Hypothyroidism, also known as underactive thyroid disease, is a common disorder that affects approximately 2% of the UK population. More than 5% of those affected are over 60 years old. Women are more likely to experience it than men. With hypothyroidism, your thyroid gland doesn't make enough of the thyroid hormone which can cause challenging symptoms for patients. We recently spoke with the highly experienced endocrinologist Professor Franklin Joseph to discuss the symptoms and how they can be treated.
What are the symptoms of hypothyroidism?
The main symptoms of hypothyroidism are:
- weight gain
- feeling low and lethargic
- dry skin
Weight gain and hypothyroidism
The effects of the thyroid on the metabolism and our bodyweight are complex. Often when the thyroid gland is underactive, and there is a deficiency of thyroid hormones, the body's rate of metabolism becomes slower. The metabolic rate slows down and results in changes in energy balance, causing weight gain. The metabolic rate slows down as a result of an imbalance between the calories consumed and the calories used.
Weight gain is usually more apparent in those with more severe hypothyroidism but also in those whose hypothyroidism is not recognised, diagnosed, or treated in time. Delays in diagnosis can occur as symptoms of hypothyroidism are sometimes non-specific and attributed to the day to-day stresses and pressures of modern-day life. This is because the biochemical changes often become obvious only after a period of time.
Weight gain is also slower and insidious (creeps in gradually) and therefore, it's not recognised as being caused by an underactive thyroid.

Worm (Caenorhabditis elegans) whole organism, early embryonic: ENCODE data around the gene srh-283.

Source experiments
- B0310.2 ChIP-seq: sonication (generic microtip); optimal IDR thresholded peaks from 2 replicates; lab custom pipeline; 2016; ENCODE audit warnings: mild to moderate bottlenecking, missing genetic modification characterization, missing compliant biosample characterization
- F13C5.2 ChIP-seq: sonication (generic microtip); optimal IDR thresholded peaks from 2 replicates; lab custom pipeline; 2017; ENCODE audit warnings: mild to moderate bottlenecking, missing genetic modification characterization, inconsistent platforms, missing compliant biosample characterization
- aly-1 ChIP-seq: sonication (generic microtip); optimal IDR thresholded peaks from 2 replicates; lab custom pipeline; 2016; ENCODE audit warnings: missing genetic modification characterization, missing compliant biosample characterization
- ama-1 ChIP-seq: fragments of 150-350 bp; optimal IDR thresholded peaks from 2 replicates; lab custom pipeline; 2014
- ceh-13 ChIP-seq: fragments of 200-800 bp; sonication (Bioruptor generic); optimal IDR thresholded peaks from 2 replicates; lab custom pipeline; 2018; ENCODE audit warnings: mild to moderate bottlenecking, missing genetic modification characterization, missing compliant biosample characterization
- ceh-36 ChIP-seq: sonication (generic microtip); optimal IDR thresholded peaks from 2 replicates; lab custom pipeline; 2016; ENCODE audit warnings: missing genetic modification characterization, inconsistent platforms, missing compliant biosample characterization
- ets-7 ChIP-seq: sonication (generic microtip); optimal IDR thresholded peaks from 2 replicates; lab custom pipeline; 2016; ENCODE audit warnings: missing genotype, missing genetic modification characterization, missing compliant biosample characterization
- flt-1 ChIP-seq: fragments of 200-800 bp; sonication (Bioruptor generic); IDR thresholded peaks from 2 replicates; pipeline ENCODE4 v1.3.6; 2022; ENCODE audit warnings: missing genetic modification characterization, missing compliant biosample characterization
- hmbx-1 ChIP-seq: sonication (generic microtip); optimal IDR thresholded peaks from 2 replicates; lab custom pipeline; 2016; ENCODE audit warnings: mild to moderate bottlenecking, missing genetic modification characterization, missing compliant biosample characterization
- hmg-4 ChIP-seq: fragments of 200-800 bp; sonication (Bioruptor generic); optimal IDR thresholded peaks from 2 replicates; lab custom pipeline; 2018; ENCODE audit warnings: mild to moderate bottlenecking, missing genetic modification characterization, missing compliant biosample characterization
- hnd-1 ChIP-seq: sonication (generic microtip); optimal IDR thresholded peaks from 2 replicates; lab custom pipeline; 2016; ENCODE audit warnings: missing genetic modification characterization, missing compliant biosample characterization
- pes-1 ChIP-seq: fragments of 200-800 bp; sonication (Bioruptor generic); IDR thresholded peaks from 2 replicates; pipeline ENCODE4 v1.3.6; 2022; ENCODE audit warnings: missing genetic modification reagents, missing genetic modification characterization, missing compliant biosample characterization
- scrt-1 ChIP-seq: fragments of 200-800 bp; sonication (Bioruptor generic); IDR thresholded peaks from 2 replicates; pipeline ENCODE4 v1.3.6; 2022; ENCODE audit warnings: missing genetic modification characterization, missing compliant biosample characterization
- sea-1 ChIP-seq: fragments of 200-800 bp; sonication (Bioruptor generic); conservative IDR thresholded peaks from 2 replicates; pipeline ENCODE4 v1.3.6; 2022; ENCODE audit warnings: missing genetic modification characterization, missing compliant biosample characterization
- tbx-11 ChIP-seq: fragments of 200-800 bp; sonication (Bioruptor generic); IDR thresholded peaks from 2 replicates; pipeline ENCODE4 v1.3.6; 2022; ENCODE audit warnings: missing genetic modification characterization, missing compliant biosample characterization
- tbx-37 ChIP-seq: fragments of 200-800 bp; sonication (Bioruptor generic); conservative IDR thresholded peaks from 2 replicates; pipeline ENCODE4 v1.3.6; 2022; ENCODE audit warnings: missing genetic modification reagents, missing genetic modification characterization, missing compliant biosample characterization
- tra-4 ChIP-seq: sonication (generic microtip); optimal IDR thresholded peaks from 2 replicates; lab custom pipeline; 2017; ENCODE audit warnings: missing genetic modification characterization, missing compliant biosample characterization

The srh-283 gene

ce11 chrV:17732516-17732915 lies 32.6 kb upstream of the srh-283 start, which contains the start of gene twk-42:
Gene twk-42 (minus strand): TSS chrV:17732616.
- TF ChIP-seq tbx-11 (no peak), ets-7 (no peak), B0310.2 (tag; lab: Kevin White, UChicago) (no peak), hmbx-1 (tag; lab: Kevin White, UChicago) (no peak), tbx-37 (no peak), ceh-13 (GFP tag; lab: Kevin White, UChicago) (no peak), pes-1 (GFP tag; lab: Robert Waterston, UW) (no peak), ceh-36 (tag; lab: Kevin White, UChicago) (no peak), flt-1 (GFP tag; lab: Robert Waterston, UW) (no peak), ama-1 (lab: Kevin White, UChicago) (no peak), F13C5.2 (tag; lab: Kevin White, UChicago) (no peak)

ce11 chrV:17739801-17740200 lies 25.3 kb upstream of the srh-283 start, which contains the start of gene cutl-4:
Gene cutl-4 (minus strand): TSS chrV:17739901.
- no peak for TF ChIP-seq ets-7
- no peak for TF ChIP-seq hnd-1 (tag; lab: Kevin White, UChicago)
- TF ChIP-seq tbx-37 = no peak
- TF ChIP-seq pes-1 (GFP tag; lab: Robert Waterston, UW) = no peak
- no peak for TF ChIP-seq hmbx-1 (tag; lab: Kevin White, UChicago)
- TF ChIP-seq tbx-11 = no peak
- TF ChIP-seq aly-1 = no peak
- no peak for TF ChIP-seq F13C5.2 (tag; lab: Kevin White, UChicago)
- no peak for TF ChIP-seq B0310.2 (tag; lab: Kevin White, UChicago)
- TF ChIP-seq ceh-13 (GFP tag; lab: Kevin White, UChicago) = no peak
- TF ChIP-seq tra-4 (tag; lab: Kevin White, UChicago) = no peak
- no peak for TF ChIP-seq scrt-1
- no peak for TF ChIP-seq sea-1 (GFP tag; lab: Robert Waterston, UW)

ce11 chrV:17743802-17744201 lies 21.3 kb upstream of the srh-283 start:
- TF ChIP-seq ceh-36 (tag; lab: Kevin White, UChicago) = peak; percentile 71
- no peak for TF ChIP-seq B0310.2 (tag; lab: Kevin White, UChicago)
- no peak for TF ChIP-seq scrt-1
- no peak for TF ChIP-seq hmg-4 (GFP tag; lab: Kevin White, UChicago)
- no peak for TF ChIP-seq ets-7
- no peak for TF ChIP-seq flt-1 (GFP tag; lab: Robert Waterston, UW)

Weight loss and hypothyroidism
The weight gain is a combination of fat accumulation and also an excess accumulation of water and salt. Studies have suggested that weight gain due purely to the underactive thyroid is predominantly caused by salt and water retention. Treatment of the underactive thyroid often only results in a moderate amount of weight loss.
In some individuals, weight gain is more apparent. Treating the underactive thyroid to achieve normalisation of the thyroid blood tests does not always result in weight loss an individual hopes to achieve. Once blood tests are in a normal range and other symptoms, other than weight gain, resolve, other strategies to achieve weight loss are likely to be required.
The expenditure of food intake, energy and body weight are controlled by an interplay of several hormones from the thyroid but also proteins and other chemicals. These regulators interact at the brain centres and also regulate energy expenditure and appetite as well as the tissues throughout the body. It's difficult to predict the effect of altering only one of these factors (for example, the thyroid hormone) on body weight as a whole. It's important to recognise the limitation of treatment with thyroid hormone to achieve any further weight loss after the normalisation of thyroid blood results.
What treatment options are available for those with hypothyroidism who would like to lose weight?
Thyroid hormones have been used as a weight-loss tool in the past in patients without any prior thyroid dysfunction. However, this is no longer considered safe as weight loss can result from loss of muscle mass as well as any loss of body fat. There can also be abnormal heart rhythm changes and untoward symptoms of sweating, anxiety and tremors. Longer-term use can cause bones to thin.
Some patients with an underactive thyroid find they have symptomatic improvement with concentration, energy levels and mood when the replacement is at the top end of the normal range. Some do with combination treatment with the T4 and T3 hormone.
Altering the thyroid hormone dose to cause thyroid hormone levels to be elevated and the use of combination T4 and T3 hormone treatment does not tend to have a similar benefit when it comes to weight loss. Patients with hypothyroidism should explore all the options available (including clinically proven weight loss hormone medication) to achieve not just their weight loss goals but any persistent hypothyroid symptoms despite what is considered standard therapy.
If you have hypothyroidism or feel you may have some of the symptoms discussed in this article, you can book a consultation with Professor Franklin Joseph by visiting his Top Doctors profile.